Experts' meeting on the Right to Enjoy the Benefits of Scientific Progress and its Applications
On 16-17 July the European Inter-University Centre for Human Rights and Democratisation (EIUC) hosted an experts' meeting on the right to enjoy the benefits of scientific progress and its applications (REBSP). The meeting was co-sponsored and jointly organized by the EIUC and the United Nations Educational, Scientific and Cultural Organization (UNESCO).
Mr. Vladimir Volodin (UNESCO) opens the Experts' Meeting
Mr. Vladimir Volodin (UNESCO) and Dr. George Ulrich (EIUC).
The purpose of the Venice meeting was to further elucidate the normative content of the REBSP (Article 15, paragraph 1, b of the International Covenant on Economic, Social and Cultural Rights) and to clarify the relevant State obligations. Its aim was furthermore to achieve progress in the preparation of a document on the scope of application and content of the REBSP, which could help the UN Committee on Economic, Social and Cultural Rights to elaborate a future a General Comment on the REBSP and to take it into account in discussing State periodic reports.
The meeting was build on previous meetings which took place in Amsterdam (June 2007) and in Galway (November 2008). These meetings examined the interdependence and interrelationship of the REBSP with other human rights, explored the tension between the REBSP and the protection of intellectual property, and also discussed the links between climate change, environmental protection, and the REBSP.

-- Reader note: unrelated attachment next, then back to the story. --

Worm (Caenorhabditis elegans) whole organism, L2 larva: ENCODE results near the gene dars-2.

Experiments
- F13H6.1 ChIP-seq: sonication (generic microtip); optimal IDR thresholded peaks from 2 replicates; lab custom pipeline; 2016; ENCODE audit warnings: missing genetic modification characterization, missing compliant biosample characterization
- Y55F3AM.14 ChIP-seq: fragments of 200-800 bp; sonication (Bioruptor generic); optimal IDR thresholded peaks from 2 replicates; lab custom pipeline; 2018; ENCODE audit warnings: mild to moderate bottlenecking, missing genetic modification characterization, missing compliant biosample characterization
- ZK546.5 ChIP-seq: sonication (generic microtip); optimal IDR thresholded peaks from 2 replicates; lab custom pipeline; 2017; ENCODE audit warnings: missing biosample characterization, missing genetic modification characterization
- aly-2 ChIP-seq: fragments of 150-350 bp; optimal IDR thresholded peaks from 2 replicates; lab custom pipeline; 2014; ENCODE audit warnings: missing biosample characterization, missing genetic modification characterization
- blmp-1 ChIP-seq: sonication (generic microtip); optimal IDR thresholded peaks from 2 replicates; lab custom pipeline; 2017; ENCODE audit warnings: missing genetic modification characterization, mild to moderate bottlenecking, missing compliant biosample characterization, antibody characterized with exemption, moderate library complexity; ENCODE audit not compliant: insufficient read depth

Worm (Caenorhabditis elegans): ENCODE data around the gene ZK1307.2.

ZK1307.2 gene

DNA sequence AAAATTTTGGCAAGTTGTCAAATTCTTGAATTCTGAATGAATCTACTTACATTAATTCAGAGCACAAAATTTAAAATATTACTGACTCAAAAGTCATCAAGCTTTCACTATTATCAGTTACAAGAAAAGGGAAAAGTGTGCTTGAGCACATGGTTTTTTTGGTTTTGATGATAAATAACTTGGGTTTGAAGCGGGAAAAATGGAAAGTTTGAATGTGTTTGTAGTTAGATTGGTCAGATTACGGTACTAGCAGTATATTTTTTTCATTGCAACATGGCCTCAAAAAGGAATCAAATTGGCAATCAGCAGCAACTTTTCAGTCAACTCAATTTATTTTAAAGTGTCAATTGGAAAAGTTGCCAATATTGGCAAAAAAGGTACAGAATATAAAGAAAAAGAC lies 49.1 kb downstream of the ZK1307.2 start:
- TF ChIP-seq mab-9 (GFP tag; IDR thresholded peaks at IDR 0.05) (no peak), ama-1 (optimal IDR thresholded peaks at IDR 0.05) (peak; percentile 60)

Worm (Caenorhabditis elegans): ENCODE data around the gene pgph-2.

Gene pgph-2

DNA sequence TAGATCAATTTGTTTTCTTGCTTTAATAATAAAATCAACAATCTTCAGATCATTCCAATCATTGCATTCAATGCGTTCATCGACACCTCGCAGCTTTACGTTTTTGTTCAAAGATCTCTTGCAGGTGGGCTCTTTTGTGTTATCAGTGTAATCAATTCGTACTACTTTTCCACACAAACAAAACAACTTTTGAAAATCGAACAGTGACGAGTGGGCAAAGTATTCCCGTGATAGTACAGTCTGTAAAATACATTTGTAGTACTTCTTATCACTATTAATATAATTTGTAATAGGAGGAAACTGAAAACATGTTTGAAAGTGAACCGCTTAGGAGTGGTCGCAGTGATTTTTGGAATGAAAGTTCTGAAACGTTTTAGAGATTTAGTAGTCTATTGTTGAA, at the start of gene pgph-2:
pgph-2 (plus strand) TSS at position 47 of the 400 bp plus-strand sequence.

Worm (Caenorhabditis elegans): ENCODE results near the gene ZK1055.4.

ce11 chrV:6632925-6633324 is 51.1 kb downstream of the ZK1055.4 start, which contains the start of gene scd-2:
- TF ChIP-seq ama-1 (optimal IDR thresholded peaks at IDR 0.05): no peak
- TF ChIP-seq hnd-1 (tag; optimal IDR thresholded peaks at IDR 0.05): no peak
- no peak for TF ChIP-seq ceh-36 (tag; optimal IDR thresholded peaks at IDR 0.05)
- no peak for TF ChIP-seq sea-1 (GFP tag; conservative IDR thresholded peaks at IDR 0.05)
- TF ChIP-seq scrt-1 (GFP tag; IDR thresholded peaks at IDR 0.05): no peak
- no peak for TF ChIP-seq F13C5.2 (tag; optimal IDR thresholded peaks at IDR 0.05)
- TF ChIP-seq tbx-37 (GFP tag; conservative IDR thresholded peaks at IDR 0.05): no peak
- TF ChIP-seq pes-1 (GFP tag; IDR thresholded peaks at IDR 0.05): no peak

38 international experts, including professors, independent experts, members of the Committee on Economic, Social and Cultural Rights as well as representatives of international organisations and bodies concerned, took part in the meeting. The high level debates and discussions made the meeting a great success. In the end the participants adopted the Venice Statement on the Right to Enjoy the Benefits of Scientific Progress and its Applications . This document outlines the contemporary relevance of the REBSP, its conceptual challenges, some sample States obligations flowing from the right, and the next steps to be taken by different actors in order to further advance the realisation of the right to enjoy the benefits of scientific progress and its applications.